The Brazilian banking bet

October 7, 2009

Santander Brasil’s $8 billion de facto IPO may have disappointed investors looking for a quick gain, but it’s still a compelling bet on Brazil.

The shares fell slightly today when they began trading in New York, but that’s hardly surprising given the sheer size of the deal — a record for Brazil and the largest globally since March 2008.

With its investment-grade ratings, its economic rebound and its potential to be a major oil producer, Brazil has become one of the preferred destinations for international funds that have been plowing back into emerging markets. The strength of the Brazilian currency, in contrast to the beating of the dollar, certainly doesn’t hurt.

And the banking sector in Brazil, unlike most developed markets, offers great potential for growth as the nation transforms itself from emerging market to one that has emerged. Brazil is still grossly underbanked: Its ratio of credit to gross domestic product is 50 percent, compared with 169 percent for the United States.

There are, of course, two other publicly-traded local banks, Banco Bradesco and Itau Unibanco, that can also compete for investor dollars, but Santander’s international reach is a better fit for businesses that share the nation’s own global aspirations.Valuation may have been a factor in today’s trading debut. The shares priced the previous day at 23.5 reais and $13.5 for those trading in the United States. Morningstar bank analyst Maclovio Pina, for one, reckons fair value is slightly lower at $13.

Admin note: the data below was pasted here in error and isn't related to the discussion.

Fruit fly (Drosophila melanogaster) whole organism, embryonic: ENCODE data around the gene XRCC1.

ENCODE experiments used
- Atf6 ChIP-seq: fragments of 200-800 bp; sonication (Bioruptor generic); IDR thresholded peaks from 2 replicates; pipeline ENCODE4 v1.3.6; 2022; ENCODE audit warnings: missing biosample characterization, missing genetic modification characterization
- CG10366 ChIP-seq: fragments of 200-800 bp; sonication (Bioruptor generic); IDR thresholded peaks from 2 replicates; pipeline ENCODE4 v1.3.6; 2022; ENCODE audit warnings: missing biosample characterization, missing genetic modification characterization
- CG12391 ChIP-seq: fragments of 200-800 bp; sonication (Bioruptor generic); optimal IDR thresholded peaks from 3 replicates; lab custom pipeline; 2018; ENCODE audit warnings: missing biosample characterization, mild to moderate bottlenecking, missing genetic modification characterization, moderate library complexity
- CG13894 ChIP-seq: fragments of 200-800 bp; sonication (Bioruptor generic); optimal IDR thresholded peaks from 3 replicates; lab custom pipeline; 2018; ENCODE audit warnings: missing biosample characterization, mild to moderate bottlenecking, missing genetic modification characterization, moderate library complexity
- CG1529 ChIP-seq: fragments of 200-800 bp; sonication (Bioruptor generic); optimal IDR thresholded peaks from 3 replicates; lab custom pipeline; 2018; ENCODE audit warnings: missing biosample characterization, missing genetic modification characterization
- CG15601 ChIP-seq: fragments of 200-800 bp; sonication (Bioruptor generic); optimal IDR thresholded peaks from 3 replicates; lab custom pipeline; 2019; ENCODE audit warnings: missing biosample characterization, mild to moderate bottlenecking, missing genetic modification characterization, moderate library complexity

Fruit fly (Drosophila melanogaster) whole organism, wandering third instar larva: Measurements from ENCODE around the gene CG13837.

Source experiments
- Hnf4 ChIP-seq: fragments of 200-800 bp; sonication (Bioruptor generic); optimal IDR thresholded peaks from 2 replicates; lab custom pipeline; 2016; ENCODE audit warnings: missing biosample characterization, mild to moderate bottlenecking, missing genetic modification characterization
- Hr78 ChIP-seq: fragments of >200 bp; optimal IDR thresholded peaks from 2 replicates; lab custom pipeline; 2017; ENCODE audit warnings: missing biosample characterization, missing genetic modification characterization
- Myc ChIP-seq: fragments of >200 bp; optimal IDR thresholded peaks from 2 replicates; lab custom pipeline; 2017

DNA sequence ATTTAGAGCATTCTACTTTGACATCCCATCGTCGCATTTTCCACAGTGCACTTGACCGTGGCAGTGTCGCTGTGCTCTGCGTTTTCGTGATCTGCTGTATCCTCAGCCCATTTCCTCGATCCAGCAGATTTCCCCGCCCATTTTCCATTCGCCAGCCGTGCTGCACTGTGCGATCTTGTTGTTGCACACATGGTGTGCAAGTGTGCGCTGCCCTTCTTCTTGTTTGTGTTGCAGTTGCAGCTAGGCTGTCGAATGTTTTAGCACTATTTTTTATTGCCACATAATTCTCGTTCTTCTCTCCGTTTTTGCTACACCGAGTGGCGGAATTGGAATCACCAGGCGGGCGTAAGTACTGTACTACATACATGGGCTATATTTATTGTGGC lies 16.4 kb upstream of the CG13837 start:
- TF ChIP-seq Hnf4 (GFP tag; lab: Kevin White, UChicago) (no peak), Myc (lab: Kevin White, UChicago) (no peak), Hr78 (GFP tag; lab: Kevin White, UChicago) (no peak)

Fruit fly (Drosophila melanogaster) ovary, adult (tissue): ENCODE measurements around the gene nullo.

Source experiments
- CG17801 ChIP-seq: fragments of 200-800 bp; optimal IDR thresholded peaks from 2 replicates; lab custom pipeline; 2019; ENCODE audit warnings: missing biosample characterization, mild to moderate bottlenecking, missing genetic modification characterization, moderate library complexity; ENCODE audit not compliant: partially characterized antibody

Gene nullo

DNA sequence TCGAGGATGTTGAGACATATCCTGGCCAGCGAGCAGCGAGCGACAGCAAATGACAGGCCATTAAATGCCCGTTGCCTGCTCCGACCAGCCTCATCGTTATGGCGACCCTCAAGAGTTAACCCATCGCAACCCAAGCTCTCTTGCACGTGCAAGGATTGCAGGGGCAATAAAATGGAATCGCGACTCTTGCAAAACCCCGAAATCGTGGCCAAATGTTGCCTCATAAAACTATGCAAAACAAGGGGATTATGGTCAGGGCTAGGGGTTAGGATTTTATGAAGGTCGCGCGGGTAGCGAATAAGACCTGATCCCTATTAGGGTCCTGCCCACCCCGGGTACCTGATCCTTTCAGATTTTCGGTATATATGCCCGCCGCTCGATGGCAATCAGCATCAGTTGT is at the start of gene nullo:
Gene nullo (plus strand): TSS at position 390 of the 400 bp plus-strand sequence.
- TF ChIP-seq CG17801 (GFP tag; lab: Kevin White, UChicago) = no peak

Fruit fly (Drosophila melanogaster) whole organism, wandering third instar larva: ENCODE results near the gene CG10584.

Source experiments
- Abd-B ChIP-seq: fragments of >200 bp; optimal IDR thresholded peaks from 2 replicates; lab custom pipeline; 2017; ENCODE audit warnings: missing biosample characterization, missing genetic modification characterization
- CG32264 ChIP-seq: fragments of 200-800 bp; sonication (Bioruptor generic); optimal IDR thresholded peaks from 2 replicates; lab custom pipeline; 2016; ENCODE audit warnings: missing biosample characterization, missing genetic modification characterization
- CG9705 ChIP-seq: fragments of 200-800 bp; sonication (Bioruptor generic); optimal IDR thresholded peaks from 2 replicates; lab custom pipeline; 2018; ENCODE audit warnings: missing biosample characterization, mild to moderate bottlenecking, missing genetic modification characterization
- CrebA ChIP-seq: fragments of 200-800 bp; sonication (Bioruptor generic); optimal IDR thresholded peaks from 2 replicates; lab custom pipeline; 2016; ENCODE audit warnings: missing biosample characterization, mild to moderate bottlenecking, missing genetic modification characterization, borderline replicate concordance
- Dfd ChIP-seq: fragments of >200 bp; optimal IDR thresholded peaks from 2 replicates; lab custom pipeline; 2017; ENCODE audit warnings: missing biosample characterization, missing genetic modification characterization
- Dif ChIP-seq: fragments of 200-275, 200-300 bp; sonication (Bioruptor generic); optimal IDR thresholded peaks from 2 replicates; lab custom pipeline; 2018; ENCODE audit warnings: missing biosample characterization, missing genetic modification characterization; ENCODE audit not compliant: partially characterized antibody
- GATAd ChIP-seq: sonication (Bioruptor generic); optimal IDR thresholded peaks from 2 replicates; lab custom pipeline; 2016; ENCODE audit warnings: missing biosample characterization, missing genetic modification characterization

Still, some investors were sure to be lured by Santander’s price to book value, which stood around 2.7 based on the $13.5 share price, well below that of Bradesco and Itau.

More important, the share offering gives Santander Brasil the luxury of having enough capital to fight aggressively for market share without having to return to capital markets (or its parent) for a helping hand.

That should comfort anyone discouraged by the shares’ first-day slump.

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‘Its ratio of credit to gross domestic product is 50 percent, compared with 169 percent for the United States.’ See graphic: iles/2009/09/public-and-private-debt-bur den.jpg

Are your numbers for US correct ?

I just had a thought – are we comparing apples with apples ? Credit/GDP, we are dividing a ‘cumulative position’ by a ‘period result’, i.e. balance sheet/ income statement, should it not be Credit turnover for the year/GDP for the year ?


What would the ideal ratio be then ? 50% credit and 50% cash ? 169% doesn’t sound right, hence the credit crisis.

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